Big tent notions of DH that have emerged from the “centers of gravity”–as Jacque Wernimont calls them–could seem to have no borders and be all inclusive or at least have the potential and willingness to be so.  As stated in its code of conduct, ADHO “works actively toward the creation of a more diverse, welcoming, and inclusive global community of digital humanities scholars and practitioners.” Since DH has long been (and continues to be) ideally articulated as interdisciplinary, fluid, porous, open, collaborative, edgy, always changing–in a way kind of borderless, and in short free of restrictions–how can we draw the border or borders in DH? What is/are the edges of the field?

This is not a new question and the answers are not hard to find, indeed the borders are everywhere we look: gender, race and ethnicity, language, levels of access, infrastructure, training opportunities, epistemological models, funding opportunities, and a long et cetera.

Promising steps have been taken recently at ADHO. For example the 5+1 languages accepted for DH2016 proposals and the optional demographics questionnaire available for all proposal authors on the submissions system. Initiatives whose results we all hope will become the springboard for new ones. Nevertheless, international or big tent DH continues to be largely a place of singularity and convergence, one where the margins may be taken in but the borders are not always crossed or lowered–indeed a sort of universalism of DH that has, as Jamie Skye Bianco puts it, “rendered the many under the name of one.” As Amy Earhart argues, efforts “to diversify scholarly questions and methodologies, [have] often [been] viewed as a direct assault on scholarly rigor and exclusiveness” of a cohesive community.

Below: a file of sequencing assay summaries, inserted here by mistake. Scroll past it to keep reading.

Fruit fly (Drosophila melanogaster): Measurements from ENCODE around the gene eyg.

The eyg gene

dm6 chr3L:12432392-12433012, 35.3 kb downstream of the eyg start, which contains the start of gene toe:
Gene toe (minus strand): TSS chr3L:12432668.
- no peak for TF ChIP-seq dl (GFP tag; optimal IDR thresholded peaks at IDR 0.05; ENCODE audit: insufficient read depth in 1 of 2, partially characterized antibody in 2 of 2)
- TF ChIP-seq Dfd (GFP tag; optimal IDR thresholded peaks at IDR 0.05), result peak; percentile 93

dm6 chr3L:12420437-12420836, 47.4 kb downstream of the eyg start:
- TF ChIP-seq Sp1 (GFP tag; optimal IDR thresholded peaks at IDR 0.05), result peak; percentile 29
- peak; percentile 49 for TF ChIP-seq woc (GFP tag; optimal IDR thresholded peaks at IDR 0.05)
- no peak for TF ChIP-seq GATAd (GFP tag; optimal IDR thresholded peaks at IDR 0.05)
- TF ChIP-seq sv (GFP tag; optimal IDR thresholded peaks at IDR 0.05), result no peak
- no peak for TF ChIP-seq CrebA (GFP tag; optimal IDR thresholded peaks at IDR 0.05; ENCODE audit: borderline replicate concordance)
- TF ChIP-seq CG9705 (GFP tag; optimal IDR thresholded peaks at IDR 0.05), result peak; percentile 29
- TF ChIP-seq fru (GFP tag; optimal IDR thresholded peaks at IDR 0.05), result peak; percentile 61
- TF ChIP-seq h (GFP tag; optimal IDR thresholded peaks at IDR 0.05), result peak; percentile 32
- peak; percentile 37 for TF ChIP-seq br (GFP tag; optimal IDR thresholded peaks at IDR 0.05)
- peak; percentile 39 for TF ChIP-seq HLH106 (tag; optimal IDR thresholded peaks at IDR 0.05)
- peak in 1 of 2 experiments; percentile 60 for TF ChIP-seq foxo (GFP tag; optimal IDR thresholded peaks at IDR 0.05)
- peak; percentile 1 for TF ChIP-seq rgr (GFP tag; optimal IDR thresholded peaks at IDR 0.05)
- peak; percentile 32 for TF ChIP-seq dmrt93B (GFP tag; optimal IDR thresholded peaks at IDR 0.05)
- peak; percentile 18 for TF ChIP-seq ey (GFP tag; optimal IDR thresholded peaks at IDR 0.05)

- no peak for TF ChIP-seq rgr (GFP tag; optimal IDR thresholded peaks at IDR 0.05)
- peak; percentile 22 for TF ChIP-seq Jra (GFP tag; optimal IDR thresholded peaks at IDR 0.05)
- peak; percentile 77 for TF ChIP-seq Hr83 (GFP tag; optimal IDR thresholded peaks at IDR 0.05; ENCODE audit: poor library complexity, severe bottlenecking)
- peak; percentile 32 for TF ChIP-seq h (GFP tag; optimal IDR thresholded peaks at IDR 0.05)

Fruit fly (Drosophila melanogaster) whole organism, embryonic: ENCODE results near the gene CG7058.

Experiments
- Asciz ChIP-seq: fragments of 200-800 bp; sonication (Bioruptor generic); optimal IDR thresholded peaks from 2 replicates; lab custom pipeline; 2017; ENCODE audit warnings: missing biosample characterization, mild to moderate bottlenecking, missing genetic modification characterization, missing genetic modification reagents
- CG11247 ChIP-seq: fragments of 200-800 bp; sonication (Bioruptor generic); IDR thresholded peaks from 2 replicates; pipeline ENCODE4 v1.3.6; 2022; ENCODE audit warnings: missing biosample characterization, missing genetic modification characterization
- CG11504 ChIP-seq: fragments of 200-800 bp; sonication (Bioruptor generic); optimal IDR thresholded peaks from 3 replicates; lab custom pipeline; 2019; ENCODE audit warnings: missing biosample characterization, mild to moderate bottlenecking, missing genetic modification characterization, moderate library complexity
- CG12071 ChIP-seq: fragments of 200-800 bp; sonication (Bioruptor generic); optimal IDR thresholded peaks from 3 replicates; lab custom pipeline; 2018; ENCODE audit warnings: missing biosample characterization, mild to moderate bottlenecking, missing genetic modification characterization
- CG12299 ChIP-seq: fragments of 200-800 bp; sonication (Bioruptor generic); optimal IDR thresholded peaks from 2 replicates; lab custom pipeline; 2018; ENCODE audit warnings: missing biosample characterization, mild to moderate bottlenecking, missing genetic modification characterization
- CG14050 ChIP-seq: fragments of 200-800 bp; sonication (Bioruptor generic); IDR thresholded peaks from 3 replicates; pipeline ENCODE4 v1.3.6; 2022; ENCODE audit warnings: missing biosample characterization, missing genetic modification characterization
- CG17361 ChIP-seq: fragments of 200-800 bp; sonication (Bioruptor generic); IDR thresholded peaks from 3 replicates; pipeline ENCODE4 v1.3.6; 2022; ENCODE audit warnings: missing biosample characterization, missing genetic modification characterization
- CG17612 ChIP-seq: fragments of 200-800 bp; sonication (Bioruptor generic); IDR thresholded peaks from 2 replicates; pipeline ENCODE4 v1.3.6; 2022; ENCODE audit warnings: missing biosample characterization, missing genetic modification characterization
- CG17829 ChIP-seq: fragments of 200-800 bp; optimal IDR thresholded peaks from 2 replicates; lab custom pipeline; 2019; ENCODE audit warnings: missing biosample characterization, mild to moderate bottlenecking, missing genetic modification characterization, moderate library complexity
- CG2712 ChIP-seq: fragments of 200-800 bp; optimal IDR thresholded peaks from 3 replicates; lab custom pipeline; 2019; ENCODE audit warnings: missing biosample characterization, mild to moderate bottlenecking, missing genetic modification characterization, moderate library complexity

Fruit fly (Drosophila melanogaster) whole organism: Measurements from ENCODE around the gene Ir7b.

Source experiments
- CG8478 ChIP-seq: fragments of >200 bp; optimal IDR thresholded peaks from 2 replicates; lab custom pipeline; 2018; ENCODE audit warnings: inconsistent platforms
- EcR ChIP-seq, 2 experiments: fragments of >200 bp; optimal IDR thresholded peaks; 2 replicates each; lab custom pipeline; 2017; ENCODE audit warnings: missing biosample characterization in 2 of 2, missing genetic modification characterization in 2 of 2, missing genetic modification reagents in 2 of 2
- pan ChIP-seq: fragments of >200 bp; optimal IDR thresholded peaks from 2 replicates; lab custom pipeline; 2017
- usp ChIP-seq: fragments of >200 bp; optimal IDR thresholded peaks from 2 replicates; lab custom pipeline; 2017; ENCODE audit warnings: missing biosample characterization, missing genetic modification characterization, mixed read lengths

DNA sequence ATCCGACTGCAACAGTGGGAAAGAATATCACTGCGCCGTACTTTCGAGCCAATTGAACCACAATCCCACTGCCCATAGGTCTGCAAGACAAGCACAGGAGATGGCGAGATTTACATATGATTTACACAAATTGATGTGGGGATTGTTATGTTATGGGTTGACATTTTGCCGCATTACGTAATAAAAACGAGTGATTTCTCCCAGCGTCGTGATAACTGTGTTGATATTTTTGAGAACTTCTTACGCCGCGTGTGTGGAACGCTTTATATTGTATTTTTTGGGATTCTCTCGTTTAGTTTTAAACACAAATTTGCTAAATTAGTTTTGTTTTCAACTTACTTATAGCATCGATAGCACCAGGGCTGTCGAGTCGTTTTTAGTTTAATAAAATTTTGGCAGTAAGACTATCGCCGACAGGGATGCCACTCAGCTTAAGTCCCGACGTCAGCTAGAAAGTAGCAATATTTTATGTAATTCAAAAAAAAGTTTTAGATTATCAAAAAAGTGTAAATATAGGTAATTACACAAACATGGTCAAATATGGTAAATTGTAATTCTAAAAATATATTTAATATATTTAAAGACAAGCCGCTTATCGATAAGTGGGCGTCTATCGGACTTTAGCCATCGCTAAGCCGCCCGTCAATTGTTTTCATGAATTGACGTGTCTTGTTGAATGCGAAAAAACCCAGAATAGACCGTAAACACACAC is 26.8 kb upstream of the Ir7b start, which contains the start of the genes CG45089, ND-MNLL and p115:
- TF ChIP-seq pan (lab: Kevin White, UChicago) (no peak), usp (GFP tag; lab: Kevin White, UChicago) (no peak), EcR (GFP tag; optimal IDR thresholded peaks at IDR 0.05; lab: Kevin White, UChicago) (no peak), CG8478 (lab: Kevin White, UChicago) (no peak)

Cohesiveness or singularity in DH and the tensions it entails is not only a problem in literary digital studies in the US as Earhart rightly points out even though that’s the focus of her study. Feminist, queer, racial, indigenous, class, and other approaches have pushed back aiming to emancipate their voices within the singular DH. Happily, this has led us to, as Miriam Posner concisely sums it up in “What’s Next: The Radical, Unrealized Potential of Digital Humanities,” arrive at the understanding, though not always the agreement, that “DH needs scholarly expertise in critical race theory, feminist and queer theory, and other interrogations of structures of power in order to develop models of the world that have any relevance to people’s lived experience.”

Along the same lines, in her “An Information Science Question in DH Feminism,” Tanya Clement very interestingly questions the ideals of interdisciplinarity and collaboration as technologies that can unsituate us from particular–in this case, feminist–visions. For her, “interdisciplinarity is most useful when it becomes a technology that affords our ability to better situate ourselves: to see how we see, from where we see, who is interpreting the field (and who is not), the limits to our vision, and what we see when what we see is situated in relation to other visions”

If the singularity of DH is a local problem in the US and among critical cultural approaches, the landscape is much more complex when adding geopolitical borders–as Alex Gil has put it“A whole world of digital humanities is out there and it does not map neatly to our [US] issues.”